Superintendnt Shane McCord said at the Sept. 22 governing board meeting that following two different dashboards created confusion about what the district was looking for in deciding it was safe to return.

Here is what you need to know today about coronavirus in Gilbert. (Community Impact Newspaper)
Coronavirus cases inch up in Gilbert, Chandler plus more local news

Read the latest news from Gilbert and Chandler.

Verde at Cooley Station
Three businesses coming to Verde at Cooley Station

Verde at Cooley Station developers have announced three more businesses coming to the development that is under construction at Williams Field and Recker roads

Here is what you need to know today about coronavirus in Gilbert. (Community Impact Newspaper)
COVID-19: Gilbert sees increase of 21 cases; county has increase of 248 cases and 16 deaths Sept. 25

Here is the data you need to know about the coronavirus in Gilbert and the rest of the state.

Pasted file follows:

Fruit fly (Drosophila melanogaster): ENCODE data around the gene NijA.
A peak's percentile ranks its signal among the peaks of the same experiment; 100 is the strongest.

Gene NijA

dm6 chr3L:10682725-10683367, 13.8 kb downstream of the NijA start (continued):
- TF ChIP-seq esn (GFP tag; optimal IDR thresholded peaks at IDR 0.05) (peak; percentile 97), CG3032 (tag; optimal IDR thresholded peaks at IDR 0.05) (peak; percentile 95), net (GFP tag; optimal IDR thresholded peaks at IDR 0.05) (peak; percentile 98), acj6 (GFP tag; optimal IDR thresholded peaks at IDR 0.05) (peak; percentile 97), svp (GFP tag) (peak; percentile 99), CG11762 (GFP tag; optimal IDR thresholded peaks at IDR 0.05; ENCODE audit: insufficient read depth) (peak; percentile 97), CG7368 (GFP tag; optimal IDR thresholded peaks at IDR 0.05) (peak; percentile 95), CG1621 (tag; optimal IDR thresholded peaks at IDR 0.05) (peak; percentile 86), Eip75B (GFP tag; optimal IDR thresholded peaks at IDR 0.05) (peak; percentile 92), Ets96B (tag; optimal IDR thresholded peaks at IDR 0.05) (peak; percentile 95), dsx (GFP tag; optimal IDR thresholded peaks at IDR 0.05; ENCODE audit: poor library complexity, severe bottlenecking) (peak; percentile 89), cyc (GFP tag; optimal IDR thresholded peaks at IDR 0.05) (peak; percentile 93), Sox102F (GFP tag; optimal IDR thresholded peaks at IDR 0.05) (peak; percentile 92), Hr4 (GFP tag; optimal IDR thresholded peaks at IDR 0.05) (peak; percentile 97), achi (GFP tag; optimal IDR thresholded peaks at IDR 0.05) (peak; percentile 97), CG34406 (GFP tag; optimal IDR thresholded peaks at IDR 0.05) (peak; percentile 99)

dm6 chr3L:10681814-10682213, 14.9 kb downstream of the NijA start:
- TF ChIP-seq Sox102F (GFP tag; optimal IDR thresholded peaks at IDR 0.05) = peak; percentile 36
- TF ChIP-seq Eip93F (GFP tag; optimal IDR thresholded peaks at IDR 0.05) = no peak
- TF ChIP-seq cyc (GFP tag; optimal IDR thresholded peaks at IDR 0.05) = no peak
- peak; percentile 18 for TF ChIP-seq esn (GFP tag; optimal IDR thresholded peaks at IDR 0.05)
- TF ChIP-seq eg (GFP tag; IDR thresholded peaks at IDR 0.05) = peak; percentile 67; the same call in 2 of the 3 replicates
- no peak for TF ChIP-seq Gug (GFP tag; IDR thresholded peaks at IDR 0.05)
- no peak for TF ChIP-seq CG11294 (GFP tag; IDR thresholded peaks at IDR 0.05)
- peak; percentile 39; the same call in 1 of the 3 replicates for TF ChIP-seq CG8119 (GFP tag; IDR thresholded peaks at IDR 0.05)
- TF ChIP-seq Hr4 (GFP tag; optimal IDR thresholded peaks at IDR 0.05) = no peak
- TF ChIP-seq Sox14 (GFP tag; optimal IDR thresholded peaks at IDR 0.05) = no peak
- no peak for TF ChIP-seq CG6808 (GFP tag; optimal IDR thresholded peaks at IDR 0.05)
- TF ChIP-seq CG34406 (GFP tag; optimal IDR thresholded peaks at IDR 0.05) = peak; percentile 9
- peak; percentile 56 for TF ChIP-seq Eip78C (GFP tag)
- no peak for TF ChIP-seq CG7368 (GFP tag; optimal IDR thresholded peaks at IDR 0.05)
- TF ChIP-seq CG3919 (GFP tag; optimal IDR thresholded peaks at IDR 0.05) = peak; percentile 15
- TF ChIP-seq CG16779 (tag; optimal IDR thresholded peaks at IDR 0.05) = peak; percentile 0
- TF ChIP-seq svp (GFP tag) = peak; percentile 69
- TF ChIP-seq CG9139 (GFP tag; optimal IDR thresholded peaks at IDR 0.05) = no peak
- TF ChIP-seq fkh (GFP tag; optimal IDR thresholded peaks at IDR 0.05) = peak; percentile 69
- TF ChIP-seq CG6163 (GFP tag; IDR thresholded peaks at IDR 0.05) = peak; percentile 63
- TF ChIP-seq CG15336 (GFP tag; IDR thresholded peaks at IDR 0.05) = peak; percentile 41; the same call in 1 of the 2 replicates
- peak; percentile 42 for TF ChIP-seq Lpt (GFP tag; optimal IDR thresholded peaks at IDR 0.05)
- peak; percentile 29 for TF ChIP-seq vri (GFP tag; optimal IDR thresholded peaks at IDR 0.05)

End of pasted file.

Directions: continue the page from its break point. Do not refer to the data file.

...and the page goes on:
Chandler USD released its COVID-19 data dashboard last week, and students in kindergarten through second grade went back to their brick-and-mortar classrooms. (Courtesy Adobe Stock)
Data dashboard: Chandler USD reports no COVID-19 cases in first week of in-person elementary school

Chandler USD released its COVID-19 data dashboard last week, and students in kindergarten through second grade went back to their brick-and-mortar classrooms.

Here are the coronavirus hospitalization data updates to know across Arizona. (Community Impact staff)
COVID-19: Number of ICU beds in use drops 87% from July peak

Here is what you need to know about hospitalizations in Arizona because of the coronavirus.